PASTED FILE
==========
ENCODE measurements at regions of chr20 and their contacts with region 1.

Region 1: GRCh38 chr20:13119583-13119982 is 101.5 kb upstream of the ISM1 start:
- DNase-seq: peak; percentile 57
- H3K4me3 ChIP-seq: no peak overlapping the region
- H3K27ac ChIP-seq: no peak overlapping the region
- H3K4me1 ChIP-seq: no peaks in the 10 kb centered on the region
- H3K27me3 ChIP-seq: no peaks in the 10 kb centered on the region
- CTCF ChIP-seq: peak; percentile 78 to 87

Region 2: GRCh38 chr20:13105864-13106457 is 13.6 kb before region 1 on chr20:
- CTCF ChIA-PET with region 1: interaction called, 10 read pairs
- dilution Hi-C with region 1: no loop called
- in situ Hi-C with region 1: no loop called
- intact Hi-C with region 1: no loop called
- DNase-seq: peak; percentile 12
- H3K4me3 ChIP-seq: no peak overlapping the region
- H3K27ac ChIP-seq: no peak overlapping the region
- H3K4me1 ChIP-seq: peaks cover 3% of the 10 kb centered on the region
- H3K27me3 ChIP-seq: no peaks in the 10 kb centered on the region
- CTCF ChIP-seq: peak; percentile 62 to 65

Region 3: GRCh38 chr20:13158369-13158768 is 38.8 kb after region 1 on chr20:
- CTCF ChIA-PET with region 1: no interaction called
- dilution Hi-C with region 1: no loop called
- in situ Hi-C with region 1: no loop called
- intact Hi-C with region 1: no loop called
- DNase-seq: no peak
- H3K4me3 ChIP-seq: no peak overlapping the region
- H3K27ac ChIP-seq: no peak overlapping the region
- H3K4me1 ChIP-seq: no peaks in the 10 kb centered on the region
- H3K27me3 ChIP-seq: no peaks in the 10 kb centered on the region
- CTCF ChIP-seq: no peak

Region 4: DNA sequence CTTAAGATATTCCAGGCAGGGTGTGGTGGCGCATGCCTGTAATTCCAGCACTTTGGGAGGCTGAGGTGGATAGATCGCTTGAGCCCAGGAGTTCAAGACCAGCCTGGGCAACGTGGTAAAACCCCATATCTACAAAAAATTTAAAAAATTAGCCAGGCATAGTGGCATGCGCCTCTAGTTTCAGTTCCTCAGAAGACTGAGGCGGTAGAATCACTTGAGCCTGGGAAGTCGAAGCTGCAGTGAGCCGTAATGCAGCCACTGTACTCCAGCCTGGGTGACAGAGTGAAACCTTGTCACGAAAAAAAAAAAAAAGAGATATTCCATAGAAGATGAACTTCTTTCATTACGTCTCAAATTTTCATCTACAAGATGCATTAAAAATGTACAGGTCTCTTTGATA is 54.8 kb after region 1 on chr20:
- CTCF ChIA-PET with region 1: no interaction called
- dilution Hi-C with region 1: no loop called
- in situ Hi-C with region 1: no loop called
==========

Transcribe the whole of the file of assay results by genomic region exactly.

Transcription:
ENCODE measurements at regions of chr20 and their contacts with region 1.

Region 1: GRCh38 chr20:13119583-13119982 is 101.5 kb upstream of the ISM1 start:
- DNase-seq: peak; percentile 57
- H3K4me3 ChIP-seq: no peak overlapping the region
- H3K27ac ChIP-seq: no peak overlapping the region
- H3K4me1 ChIP-seq: no peaks in the 10 kb centered on the region
- H3K27me3 ChIP-seq: no peaks in the 10 kb centered on the region
- CTCF ChIP-seq: peak; percentile 78 to 87

Region 2: GRCh38 chr20:13105864-13106457 is 13.6 kb before region 1 on chr20:
- CTCF ChIA-PET with region 1: interaction called, 10 read pairs
- dilution Hi-C with region 1: no loop called
- in situ Hi-C with region 1: no loop called
- intact Hi-C with region 1: no loop called
- DNase-seq: peak; percentile 12
- H3K4me3 ChIP-seq: no peak overlapping the region
- H3K27ac ChIP-seq: no peak overlapping the region
- H3K4me1 ChIP-seq: peaks cover 3% of the 10 kb centered on the region
- H3K27me3 ChIP-seq: no peaks in the 10 kb centered on the region
- CTCF ChIP-seq: peak; percentile 62 to 65

Region 3: GRCh38 chr20:13158369-13158768 is 38.8 kb after region 1 on chr20:
- CTCF ChIA-PET with region 1: no interaction called
- dilution Hi-C with region 1: no loop called
- in situ Hi-C with region 1: no loop called
- intact Hi-C with region 1: no loop called
- DNase-seq: no peak
- H3K4me3 ChIP-seq: no peak overlapping the region
- H3K27ac ChIP-seq: no peak overlapping the region
- H3K4me1 ChIP-seq: no peaks in the 10 kb centered on the region
- H3K27me3 ChIP-seq: no peaks in the 10 kb centered on the region
- CTCF ChIP-seq: no peak

Region 4: DNA sequence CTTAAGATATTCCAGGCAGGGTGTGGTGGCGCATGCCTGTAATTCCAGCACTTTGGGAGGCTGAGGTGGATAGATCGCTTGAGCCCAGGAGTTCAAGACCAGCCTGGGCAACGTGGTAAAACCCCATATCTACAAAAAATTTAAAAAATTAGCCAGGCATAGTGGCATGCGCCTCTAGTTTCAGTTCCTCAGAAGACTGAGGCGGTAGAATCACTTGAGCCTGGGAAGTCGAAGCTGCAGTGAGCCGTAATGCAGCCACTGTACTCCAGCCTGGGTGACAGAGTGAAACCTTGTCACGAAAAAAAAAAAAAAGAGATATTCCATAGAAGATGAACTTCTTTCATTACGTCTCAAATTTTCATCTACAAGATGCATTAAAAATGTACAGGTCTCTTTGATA is 54.8 kb after region 1 on chr20:
- CTCF ChIA-PET with region 1: no interaction called
- dilution Hi-C with region 1: no loop called
- in situ Hi-C with region 1: no loop called